Earlier today, with music and free food, the Elizabeth Line’s first railway station opened to the public.
There’s no ticket hall in this new station. In fact, there’s no trains either. This is Canary Wharf, and while the station building is open, and busy, no trains will call here until 2018.
What they have done is open up the top half of the building, which is, in line with St Pancras, more shopping centre with trains as an added extra. When they eventually arrive.
The absence of trains is further emphasized by the advertising for the new building, which has shown it more as a cruise ship than a railway station, with promotional boarding passes being handed out to visitors rather than train tickets.
So the opening of the first Crossrail station to passengers shoppers has been a very muted affair as far as the railway is concerned.
But what’s the shopping like?
Actually almost as muted as the railway. A few eateries on the ground floor, a bank, a cycle shop and not much else really. That is in part due to not all of the shopping having opened, with an entire floor downstairs still closed off.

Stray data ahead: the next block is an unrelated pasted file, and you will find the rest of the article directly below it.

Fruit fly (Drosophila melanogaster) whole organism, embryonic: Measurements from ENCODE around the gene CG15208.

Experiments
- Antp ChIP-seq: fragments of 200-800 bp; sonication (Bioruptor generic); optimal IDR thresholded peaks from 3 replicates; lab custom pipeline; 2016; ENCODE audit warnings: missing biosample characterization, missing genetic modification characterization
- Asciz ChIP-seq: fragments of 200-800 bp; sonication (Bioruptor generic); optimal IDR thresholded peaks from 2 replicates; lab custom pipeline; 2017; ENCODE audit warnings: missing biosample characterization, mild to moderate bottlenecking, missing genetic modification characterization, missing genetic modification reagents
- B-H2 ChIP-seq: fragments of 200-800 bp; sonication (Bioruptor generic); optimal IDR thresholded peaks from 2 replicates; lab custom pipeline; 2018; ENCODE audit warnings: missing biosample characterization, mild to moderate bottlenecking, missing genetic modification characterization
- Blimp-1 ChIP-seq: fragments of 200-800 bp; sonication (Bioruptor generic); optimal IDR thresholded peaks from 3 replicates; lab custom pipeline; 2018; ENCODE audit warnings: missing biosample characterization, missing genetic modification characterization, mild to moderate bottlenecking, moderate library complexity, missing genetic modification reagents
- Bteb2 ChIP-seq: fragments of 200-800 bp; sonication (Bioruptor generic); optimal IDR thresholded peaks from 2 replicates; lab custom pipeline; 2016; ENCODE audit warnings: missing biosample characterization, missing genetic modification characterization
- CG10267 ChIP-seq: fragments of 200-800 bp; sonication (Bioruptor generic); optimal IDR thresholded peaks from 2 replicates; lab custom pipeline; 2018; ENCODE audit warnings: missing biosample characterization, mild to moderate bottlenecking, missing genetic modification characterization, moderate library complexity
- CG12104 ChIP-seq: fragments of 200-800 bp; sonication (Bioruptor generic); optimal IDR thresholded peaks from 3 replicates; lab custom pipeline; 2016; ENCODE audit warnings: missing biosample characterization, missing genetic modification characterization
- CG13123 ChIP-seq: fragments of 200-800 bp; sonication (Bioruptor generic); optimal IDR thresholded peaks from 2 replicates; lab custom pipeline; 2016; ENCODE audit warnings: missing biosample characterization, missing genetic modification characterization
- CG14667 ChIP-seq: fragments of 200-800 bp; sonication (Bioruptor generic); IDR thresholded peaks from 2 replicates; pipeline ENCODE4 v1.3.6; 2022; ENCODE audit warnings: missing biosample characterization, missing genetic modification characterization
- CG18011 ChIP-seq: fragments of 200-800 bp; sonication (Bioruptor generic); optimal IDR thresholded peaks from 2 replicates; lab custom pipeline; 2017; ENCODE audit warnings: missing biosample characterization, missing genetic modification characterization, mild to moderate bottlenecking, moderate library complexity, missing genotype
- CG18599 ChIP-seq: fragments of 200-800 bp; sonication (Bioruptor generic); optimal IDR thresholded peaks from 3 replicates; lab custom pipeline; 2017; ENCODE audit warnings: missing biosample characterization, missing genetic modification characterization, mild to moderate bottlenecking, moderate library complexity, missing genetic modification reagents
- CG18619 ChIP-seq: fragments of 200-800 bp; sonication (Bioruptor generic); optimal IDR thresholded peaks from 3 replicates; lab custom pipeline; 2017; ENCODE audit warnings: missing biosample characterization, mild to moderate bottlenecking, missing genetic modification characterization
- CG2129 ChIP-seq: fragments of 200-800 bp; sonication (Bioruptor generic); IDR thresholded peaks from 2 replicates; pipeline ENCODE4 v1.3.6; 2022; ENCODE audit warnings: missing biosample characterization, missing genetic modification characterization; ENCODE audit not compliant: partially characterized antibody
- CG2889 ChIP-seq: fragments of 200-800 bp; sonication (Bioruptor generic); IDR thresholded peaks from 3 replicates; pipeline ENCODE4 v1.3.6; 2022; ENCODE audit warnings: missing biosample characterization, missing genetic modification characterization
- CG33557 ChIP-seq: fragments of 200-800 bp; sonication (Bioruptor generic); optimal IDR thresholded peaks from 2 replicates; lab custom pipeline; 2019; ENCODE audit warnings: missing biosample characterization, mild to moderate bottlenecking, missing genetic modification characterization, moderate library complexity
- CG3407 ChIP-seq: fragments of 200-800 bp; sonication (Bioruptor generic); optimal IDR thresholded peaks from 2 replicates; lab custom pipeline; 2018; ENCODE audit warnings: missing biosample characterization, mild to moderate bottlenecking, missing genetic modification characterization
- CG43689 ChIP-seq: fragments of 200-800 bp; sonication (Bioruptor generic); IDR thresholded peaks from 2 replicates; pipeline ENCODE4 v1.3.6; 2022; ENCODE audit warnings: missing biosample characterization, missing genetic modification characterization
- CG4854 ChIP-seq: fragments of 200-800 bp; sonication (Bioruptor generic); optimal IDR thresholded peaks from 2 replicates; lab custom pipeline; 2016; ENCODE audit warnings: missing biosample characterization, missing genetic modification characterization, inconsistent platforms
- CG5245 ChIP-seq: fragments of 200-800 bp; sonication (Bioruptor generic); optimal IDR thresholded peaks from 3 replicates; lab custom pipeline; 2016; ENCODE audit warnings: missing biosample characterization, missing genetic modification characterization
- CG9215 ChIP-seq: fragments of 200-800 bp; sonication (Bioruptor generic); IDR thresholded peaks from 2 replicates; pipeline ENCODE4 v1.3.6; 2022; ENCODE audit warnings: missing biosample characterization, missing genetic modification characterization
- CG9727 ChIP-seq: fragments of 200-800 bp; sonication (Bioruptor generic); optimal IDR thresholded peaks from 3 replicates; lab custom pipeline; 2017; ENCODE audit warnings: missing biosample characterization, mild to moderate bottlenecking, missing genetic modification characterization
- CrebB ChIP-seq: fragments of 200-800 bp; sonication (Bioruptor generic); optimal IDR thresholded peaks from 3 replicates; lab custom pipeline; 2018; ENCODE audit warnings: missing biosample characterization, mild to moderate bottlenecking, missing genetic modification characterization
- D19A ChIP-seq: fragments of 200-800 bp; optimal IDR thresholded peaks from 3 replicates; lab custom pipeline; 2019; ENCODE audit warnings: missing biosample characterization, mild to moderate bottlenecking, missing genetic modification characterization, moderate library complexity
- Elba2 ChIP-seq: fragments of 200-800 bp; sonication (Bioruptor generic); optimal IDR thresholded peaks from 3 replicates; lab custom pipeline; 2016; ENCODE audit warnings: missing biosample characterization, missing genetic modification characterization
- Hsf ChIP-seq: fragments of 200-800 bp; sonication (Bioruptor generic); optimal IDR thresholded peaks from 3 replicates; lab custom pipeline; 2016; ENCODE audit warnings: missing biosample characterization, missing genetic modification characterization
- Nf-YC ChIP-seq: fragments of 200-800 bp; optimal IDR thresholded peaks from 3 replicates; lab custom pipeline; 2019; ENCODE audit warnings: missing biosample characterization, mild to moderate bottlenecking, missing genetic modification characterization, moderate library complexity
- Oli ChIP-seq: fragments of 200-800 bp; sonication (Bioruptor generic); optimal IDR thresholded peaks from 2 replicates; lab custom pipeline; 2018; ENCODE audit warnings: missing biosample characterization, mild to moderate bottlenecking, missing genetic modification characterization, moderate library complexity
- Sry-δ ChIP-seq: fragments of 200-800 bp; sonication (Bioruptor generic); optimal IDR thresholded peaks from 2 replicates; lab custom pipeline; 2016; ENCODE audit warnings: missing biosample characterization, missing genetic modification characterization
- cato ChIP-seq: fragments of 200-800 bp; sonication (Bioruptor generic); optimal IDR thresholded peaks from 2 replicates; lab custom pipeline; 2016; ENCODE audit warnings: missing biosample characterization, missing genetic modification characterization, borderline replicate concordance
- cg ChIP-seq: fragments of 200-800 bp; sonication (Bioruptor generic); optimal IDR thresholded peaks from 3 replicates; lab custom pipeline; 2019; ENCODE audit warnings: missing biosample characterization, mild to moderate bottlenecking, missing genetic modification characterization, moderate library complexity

It’s more likely because this is passing through shopping, aimed at future railway passengers, and maybe some of the local office workers not fancying the lengthy lunchtime queues in the main shopping arena.
However, railway station below aside, the main draw is likely to be at the top of the station, with the huge semi-open air garden.
Anyone who has visited the SkyGarden in the City might feel rather at home here as it will look rather familiar. Which is not surprising, as Canary Wharf Group built the building. Yes, Canary Wharf built the Walkie-Talkie.
Unlike the open spaces elsewhere in Canary Wharf though, this roof top garden is more for looking and wandering around, not lounging around in. Don’t come up here expecting to be able to set up a picnic on a summer’s day.
An unsurprisingly packed afternoon on its first day, with the free food as lure, and loud Jazz shaking the plants a bit near the loudspeakers, but it was still possible to find clever photo vantage points for almost empty shots.
The gardens are also closed at night, or at least from dusk, although that may change if the commercial lure proves strong enough.
So, today a decent looking to look at and not much else garden opened to the public, with a few shops, and two floors of empty space below pregnant with expectations of Crossrail to come.
Some more photos: